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New York, New York, UNFPA, . ix, 66 p.This paper discusses Sri Lanka's population policy with special focus upon UNFPA's role in establishing and implementing a successful multi-sectoral family planning program for the country. Progress made in the past years must continue, while ongoing efforts are made to attain the goal of 2.1 TFR by year 2000. A suitable program must be better coordinated with a view to cutting waste and duplication, guarantee an adequate supply of appropriate contraceptive supplies, streamline research operation, more fully implement its educational programs, and recognize women's centrality in population programs, and recognize women's centrality in population programs. UNFPA assistance should be offered to effect such programmatic change and development, with service delivery needs addressed 1st. The Government of Sri Lanka lacks adequate resources to supply calls for an integrated approach focused upon creating a National Coordinating Council; developing a more sophisticated and targeted approach to information, education, and communication; providing contraceptive supplies, software for service delivery, and client counseling; training providers; and improving coordination with other multilateral programs for child care and human resource development. The present population and development situation, the national population program, proposed sectoral strategies for implementation, the role of technical assistance, and general recommendations for external assistance are discussed in detail.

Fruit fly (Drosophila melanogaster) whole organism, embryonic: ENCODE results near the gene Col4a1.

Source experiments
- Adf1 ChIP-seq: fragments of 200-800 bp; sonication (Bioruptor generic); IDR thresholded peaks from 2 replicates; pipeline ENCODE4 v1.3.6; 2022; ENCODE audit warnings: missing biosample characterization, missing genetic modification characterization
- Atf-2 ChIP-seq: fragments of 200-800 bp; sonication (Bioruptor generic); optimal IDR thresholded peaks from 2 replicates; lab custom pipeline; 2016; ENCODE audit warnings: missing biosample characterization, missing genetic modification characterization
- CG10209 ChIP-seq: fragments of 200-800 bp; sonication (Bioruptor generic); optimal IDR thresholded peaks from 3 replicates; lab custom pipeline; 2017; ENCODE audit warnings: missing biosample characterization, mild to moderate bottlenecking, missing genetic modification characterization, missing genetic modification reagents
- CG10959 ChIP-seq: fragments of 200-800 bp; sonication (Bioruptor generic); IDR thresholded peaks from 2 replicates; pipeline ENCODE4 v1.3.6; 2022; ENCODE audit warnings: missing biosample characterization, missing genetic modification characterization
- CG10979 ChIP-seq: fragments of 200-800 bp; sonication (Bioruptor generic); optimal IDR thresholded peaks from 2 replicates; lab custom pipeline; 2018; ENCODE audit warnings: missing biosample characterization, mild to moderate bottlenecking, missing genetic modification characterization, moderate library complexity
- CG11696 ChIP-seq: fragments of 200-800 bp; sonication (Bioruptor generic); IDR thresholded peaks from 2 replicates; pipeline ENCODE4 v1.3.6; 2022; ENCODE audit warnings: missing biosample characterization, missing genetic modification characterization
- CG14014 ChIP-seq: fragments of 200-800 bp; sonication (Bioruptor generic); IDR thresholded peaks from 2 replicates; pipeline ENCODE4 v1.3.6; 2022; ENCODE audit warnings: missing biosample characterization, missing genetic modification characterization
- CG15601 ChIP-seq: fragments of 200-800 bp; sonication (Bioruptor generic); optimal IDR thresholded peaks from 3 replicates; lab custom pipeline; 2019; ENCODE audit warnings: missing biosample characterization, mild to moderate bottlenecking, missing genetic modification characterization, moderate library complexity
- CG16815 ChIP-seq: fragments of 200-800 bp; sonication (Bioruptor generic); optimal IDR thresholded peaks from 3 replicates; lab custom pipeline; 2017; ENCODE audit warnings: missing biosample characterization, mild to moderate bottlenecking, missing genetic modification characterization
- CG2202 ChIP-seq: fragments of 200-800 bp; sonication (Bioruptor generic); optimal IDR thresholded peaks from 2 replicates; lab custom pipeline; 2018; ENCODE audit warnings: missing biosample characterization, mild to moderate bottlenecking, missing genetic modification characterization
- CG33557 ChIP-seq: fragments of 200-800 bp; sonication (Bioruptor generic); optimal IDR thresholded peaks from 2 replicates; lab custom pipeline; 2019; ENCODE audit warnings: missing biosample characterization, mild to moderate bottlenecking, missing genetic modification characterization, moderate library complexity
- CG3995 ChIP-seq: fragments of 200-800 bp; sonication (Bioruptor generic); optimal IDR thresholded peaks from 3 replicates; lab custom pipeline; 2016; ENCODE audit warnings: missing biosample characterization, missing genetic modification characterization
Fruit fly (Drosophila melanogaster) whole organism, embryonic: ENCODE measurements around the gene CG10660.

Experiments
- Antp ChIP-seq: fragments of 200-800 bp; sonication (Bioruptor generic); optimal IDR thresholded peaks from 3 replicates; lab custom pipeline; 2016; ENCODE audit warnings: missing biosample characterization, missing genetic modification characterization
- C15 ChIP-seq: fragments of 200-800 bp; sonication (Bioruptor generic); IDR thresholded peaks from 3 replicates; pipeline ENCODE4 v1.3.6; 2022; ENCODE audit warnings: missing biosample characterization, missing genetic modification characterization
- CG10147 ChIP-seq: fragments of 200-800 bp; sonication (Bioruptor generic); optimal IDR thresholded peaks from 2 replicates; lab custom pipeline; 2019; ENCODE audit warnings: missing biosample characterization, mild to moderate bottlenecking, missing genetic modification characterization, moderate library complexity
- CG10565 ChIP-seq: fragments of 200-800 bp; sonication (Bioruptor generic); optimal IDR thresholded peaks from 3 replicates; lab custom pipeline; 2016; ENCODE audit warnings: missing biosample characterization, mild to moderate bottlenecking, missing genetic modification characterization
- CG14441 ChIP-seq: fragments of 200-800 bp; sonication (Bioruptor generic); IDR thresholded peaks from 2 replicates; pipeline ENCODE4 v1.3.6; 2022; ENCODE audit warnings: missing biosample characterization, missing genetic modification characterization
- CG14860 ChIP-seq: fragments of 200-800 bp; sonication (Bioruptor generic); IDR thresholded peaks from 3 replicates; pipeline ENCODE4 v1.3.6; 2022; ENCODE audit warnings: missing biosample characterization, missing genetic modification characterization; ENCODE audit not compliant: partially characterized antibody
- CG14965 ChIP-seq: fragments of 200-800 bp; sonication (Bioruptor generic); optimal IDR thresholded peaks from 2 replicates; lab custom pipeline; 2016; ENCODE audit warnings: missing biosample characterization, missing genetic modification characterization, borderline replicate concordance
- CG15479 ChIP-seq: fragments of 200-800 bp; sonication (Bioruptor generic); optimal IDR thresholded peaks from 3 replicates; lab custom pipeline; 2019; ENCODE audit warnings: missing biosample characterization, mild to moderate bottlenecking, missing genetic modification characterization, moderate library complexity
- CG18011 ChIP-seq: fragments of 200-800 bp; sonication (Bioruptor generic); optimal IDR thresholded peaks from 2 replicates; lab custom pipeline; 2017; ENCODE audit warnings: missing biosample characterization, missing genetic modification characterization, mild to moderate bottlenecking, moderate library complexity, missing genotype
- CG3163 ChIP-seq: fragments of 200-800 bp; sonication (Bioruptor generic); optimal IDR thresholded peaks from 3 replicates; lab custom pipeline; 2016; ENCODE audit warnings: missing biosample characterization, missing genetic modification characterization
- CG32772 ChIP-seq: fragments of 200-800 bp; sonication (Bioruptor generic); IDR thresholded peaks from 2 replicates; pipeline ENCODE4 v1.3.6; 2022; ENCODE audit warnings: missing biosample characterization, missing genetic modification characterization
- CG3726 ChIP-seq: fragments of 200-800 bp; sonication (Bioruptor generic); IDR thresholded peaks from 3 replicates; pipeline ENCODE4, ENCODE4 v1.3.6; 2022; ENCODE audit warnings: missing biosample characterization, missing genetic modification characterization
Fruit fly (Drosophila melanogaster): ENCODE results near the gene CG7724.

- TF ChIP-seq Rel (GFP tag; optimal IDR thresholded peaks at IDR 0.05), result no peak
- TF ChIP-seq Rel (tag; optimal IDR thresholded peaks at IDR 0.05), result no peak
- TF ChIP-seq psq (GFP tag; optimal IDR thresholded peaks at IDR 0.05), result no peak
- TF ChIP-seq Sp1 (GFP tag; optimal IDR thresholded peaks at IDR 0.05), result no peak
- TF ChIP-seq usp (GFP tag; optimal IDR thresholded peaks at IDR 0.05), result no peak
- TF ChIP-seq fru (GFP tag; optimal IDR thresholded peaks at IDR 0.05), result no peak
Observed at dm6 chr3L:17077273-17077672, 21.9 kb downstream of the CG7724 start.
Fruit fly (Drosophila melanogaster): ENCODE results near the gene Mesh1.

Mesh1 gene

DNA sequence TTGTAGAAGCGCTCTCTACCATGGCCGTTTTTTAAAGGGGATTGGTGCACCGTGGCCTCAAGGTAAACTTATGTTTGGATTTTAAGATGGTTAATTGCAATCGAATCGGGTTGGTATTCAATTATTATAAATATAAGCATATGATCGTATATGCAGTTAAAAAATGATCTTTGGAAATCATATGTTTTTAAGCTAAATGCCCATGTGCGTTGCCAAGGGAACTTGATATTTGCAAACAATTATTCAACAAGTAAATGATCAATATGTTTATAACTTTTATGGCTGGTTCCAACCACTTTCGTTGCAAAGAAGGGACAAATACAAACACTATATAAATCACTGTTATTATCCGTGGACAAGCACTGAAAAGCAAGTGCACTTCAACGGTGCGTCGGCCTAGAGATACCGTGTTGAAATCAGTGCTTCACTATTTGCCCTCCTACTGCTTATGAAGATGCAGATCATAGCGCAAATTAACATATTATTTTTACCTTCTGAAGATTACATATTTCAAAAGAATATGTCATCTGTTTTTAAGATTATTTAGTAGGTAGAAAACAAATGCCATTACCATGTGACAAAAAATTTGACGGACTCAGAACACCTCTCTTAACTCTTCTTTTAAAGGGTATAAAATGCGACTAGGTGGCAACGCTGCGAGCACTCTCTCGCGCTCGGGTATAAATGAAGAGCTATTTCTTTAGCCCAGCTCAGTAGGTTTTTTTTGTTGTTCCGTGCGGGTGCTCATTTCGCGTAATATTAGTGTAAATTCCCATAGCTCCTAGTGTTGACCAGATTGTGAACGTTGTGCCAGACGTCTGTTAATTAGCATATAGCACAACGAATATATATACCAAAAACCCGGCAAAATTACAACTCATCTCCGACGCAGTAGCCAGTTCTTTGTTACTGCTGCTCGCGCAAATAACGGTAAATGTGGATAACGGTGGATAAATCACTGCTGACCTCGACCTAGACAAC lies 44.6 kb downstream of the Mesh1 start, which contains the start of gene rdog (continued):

In: Singh JS, ed. World Population policies. New York, Praeger Publishers, 1979. 228 p.The World Population Plan of Action synthesizes major points raised at the 1974 Bucharest Conference and numerous United Nations resolutions between 1966-74. Population and development are interrelated. Individuals and couples have the rights to decide freely the number and spacing of their children and should have the knowledge and means to do so. Population policies, programs, and goals are to be formulated and implemented at the national level within the context of specific economic, social, and cultural conditions of the respective countries. International strategies cannot work unless the underprivileged of the world achieve a significant improvement in their living conditions. It is recommended that countries with population problems impeding their development establish goals for reducing population growth by 1985. A life expectancy of 50 years is another suggested 1985 goal; also infant mortality rates of less than 120/1000 live births. Networks of small and medium sized cities should be strengthened for regional development and population distribution. Fair and equitable treatment is urged for migrant workers. Population measures, data collection, and population programs should be integrated into economic plans and programs. Total international assistance for population activities amounted to $2 million in 1960 and $350 million by 1977.